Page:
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The Winter’s Tale & Henry V

By William Shakespeare

Propeller

The Lowry, 7 & 8 February 2012

Dugald Bruce-Lockhart as Henry V. Photo by Manuel Harlan.

It is the custom of this quite excellent company to take two Shakespeare plays on tour each season.

Their productions are invariably inventive and feel fresh and vibrant.  For they seem to work on the principle that in order to get to the truth in Shakespeare you must find new ways to connect with the audience to tell the story.  And they are very good at doing this.  So we had a Beyonce song in The Winter’s Tale and The Clash’s ‘London Calling’ in Henry V, to give a mere couple of examples.

At first sight, and even after fairly long reflection, what you have here are two very different plays.  The central characters in each seem very different also.  Leontes is made mad by jealousy and loses all faith in his wife’s love.  Only with the death of his son – that’s what it takes, ultimately – is he brought back to his senses.  By contrast, Henry is a king and successful soldier who has complete faith in himself and the rightness of his cause.  Through his martial endeavours, his son becomes heir of England and France too.  Grand and great, though brief, was his reign: a job well done.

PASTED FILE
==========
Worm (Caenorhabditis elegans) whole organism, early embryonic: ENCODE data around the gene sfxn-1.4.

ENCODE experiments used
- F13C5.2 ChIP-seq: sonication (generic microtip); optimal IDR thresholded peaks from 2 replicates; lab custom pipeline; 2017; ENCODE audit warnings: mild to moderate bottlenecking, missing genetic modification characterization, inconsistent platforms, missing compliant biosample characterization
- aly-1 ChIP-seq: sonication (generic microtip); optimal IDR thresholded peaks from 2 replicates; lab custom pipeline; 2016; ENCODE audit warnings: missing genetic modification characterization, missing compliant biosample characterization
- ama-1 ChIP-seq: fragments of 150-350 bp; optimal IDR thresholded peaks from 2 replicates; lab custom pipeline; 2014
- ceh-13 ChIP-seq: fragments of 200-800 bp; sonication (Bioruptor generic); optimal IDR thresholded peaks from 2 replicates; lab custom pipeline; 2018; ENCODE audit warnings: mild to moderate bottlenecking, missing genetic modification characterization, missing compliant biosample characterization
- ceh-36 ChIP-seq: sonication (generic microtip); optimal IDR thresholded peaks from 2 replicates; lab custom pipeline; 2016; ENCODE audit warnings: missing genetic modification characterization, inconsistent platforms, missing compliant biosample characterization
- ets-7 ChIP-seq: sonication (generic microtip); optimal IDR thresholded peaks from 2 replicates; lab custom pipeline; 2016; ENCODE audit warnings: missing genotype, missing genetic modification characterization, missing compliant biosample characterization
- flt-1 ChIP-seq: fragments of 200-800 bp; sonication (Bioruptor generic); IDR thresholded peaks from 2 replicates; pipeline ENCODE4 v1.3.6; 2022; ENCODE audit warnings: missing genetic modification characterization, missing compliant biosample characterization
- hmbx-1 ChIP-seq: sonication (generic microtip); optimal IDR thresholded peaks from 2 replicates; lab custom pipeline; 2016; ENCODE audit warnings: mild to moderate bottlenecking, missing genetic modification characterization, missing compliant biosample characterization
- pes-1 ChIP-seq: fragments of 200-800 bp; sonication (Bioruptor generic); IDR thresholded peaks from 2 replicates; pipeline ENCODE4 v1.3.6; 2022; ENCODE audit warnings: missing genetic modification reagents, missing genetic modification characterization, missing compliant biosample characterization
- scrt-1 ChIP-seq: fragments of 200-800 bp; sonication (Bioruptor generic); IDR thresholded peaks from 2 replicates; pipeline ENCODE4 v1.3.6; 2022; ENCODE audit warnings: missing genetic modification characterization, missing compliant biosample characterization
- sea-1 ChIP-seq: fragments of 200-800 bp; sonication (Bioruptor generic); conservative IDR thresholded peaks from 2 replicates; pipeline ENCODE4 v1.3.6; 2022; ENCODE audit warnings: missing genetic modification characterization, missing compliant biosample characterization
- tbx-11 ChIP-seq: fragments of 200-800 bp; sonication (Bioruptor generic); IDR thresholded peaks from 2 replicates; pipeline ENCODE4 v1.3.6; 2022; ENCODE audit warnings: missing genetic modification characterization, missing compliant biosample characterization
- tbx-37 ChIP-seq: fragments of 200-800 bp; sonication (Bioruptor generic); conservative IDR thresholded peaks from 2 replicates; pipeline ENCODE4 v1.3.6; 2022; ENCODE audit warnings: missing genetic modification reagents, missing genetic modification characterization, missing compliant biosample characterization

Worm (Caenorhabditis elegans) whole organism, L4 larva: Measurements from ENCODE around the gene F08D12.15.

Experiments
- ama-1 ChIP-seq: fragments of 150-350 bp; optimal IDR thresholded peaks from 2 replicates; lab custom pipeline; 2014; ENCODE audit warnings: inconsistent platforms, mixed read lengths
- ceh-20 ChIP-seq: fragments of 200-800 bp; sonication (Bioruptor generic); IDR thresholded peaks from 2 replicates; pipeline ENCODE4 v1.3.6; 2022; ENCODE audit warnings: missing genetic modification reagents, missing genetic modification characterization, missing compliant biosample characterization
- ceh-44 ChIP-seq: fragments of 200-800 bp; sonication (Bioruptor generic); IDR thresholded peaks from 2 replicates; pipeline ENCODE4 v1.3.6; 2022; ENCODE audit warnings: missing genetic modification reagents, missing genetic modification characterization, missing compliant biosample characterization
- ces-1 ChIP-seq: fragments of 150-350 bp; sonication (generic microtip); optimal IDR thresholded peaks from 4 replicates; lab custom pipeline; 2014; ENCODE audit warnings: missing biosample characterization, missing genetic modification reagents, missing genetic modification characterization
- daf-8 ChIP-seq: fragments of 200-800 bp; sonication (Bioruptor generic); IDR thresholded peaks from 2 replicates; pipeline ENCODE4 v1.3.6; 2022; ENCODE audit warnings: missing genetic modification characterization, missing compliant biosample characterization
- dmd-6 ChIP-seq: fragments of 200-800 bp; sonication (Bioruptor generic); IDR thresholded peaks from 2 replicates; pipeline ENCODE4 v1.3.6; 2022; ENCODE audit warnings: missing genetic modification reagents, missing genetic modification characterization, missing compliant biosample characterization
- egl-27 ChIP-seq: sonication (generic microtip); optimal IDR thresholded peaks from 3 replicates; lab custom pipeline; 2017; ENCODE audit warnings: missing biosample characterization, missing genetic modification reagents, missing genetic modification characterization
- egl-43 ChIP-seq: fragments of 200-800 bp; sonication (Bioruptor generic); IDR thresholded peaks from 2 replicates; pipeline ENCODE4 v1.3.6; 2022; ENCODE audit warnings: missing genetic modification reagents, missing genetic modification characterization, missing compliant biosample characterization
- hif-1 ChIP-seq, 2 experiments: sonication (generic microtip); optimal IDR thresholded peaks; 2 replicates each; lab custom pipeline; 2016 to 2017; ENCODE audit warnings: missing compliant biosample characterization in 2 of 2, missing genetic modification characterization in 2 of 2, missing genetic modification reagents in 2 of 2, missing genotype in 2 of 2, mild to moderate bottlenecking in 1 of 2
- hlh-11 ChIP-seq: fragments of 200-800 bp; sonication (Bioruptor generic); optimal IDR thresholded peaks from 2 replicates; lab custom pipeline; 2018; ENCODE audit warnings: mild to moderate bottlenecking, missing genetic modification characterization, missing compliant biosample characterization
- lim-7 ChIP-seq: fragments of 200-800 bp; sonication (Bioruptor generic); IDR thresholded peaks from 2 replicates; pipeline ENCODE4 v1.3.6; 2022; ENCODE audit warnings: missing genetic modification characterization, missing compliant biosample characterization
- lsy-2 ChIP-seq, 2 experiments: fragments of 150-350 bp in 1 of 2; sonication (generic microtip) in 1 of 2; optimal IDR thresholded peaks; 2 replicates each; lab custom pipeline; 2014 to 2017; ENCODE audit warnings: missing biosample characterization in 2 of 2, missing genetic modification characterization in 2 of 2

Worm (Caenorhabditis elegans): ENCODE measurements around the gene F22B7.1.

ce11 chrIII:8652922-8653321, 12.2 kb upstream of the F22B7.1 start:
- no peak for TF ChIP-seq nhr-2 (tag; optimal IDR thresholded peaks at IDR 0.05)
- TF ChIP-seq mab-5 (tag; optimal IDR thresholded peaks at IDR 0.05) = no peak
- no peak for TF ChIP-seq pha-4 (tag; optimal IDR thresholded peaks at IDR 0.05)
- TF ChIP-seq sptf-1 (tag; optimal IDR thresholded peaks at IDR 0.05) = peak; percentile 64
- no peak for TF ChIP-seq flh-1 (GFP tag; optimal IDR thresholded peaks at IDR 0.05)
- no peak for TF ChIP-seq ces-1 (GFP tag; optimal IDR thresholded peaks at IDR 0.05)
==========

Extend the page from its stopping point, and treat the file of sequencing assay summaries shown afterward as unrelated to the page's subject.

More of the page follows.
But look a little deeper at Henry and you’ll see a war-monger who invades France on a pretext.  And where is the real Henry to be found?  He’s always out there striking a pose, whether at Agincourt or when courting Katherine, his future queen.  In one of the prequels, Falstaff tells Henry: ‘Thou art essentially mad without seeming so.’  And one cannot but concur that Falstaff was on to something.  Henry’s absolute belief in himself is unsettling.

What you have in The Winter’s Tale and Henry V, then, is a pair of plays about different forms of madness, one desolate and condemned and one sanctioned and glorious (though some might say manic or sociopathic).  But they are both destructive in the end.

Apart from this curious affinity, each play has its own particular pleasures.  And did Shakespeare ever write anything as moving and wonderful as act 3, scene 3 in The Winter’s Tale?

The Winter’s Tale and Henry V are currently touring throughout the UK and abroad.  They’re highly recommended , tour dates here.

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